There must be a way because all ranking tools have to use serps without localization.
So you would think, but it's interesting how many of the tool providers haven't even thought about this issue.
That said, it's also an extremely difficult issue to handle, because there are times when Google's results are hyper-localized, so much so that shifting your location just a few miles can change them. There are other times when such extreme localization doesn't appear to be happening, or it's happening on a different set of queries.
See my fairly long post in this thread, from back in February, 2012, which chronicles various tests I've run.... False High Rankings - just our work location http://www.webmasterworld.com/google/4423084.htm
Note that the default location you can set on the Google serps page provides apparently dependable control... so you may not even have to use proxies. Chances are the results are localized to city-center of the specified city. I remember that a test was run a year or two ago using searchers all over the US connected by telephone, and the locations which distant searchers set manually produced results that were the same as what local searchers got. (If anyone can find the original discussion of that experiment, please feel free to mention it here).
The manual location setting currently is buried in "Search tools"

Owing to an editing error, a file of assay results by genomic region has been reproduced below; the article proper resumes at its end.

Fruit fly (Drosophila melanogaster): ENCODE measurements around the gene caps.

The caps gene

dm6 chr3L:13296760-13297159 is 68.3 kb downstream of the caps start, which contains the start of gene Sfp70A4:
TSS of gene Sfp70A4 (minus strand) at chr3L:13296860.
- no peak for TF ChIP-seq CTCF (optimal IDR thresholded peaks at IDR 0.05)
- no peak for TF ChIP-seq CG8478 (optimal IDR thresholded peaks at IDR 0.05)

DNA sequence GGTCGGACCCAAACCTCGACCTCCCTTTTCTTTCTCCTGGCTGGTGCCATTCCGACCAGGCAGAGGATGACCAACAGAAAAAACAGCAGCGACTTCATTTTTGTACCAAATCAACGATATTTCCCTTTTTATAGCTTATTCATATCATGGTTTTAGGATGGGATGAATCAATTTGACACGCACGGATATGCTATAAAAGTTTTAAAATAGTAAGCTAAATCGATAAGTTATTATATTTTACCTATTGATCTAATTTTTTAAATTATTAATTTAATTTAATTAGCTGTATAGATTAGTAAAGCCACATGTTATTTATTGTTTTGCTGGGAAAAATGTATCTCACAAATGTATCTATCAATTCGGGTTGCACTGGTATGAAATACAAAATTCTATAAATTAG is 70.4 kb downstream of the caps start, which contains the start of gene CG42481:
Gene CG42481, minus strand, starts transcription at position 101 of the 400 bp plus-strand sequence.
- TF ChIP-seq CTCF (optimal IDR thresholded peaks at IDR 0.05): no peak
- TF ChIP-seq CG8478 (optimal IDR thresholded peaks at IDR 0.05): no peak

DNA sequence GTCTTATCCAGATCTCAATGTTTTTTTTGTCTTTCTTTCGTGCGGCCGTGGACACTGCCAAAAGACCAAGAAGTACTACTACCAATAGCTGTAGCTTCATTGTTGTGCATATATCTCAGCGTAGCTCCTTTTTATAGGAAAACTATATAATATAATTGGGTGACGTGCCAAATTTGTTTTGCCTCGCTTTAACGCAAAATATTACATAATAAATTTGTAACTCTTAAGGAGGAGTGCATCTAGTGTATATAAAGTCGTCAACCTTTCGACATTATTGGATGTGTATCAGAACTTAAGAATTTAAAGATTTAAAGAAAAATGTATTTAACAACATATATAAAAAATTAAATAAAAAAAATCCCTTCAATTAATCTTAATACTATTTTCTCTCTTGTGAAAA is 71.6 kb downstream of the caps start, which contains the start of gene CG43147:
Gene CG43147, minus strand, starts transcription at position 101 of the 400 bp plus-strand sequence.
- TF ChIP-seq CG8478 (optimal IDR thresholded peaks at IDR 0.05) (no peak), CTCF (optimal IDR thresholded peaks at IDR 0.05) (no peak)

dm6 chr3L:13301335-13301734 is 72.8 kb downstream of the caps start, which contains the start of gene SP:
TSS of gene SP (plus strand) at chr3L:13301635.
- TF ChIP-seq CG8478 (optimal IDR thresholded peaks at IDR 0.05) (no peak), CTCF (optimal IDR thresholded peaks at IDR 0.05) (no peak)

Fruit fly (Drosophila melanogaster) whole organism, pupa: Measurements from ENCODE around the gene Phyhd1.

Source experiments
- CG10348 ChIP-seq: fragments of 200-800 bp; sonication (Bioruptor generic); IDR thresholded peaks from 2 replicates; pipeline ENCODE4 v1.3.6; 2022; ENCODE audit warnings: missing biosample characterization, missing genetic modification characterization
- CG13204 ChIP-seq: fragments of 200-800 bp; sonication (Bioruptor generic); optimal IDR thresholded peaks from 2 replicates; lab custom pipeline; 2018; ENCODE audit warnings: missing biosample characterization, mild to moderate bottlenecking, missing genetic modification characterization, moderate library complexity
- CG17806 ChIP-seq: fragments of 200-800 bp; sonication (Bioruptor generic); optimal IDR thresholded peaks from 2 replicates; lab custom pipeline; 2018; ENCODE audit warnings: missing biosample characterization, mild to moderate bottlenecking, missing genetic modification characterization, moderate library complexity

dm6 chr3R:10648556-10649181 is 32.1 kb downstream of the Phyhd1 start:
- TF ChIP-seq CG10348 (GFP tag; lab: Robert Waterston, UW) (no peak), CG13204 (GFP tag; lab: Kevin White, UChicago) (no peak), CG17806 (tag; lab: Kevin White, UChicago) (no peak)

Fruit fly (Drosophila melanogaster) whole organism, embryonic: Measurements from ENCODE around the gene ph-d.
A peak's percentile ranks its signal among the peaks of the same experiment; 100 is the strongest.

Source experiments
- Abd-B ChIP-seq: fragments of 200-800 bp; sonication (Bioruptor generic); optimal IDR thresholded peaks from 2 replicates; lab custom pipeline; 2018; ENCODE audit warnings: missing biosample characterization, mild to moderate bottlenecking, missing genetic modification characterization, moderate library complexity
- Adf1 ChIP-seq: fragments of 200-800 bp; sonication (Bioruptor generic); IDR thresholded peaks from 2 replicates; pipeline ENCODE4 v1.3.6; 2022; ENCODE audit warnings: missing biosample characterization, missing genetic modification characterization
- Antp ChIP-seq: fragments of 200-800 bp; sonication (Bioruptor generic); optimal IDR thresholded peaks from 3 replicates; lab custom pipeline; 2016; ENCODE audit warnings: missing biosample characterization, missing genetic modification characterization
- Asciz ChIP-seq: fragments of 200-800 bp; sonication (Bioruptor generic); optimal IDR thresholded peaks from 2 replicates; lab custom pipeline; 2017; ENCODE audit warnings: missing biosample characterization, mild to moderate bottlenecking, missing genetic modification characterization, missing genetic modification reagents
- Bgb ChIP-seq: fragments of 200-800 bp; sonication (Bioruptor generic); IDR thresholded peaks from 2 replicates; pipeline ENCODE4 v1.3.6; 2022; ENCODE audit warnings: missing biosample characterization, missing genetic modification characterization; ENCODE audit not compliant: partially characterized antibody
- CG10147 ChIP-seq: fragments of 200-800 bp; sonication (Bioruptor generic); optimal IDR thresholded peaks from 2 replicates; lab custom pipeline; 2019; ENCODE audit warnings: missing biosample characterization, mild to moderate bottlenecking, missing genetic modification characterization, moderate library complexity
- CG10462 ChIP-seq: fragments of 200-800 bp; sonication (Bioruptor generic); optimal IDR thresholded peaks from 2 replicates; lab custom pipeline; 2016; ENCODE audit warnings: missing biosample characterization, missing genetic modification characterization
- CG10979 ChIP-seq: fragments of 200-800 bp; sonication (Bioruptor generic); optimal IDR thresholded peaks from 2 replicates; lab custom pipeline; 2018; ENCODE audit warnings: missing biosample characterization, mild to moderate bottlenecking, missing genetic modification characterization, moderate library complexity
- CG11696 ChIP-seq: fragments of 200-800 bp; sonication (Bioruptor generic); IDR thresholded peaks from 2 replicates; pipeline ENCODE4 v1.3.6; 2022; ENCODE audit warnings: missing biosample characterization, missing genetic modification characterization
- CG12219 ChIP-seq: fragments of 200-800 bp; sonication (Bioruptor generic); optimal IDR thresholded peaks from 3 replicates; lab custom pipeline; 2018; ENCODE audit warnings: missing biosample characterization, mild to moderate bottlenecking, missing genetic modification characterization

, up at the top of the Google serps page beneath the search box. The tools menu brings up a line of several options, and to the far right are the location settings.
The closest I've gotten to a neutral result where I live (in northern California) is to specify "United States", and it's possible that countryname
may work elsewhere. Some abbreviations (like "US") also work, but that may depend on the sequence of other settings I've tried and when I've flushed cookies, etc. "Anywhere" is not a "recognized location".
I don't know, btw, how useful rankings for a countryname location actually would be to you. It may be that localized results will give you a better idea of what a typical searcher would see for typical searches in other locations.
Possibly, a sophisticated tool could run multiple searches in major locations and determine averages. Something similar may have been done on some commercial tools that "correct" for personalization, but location is the most distinct of all personalization factors. It's hard to "average" it out.
To add one further thought... I've also determined that searchers in different regions of the country are likely to use different vocabulary in some queries... so that's a whole other set of variables.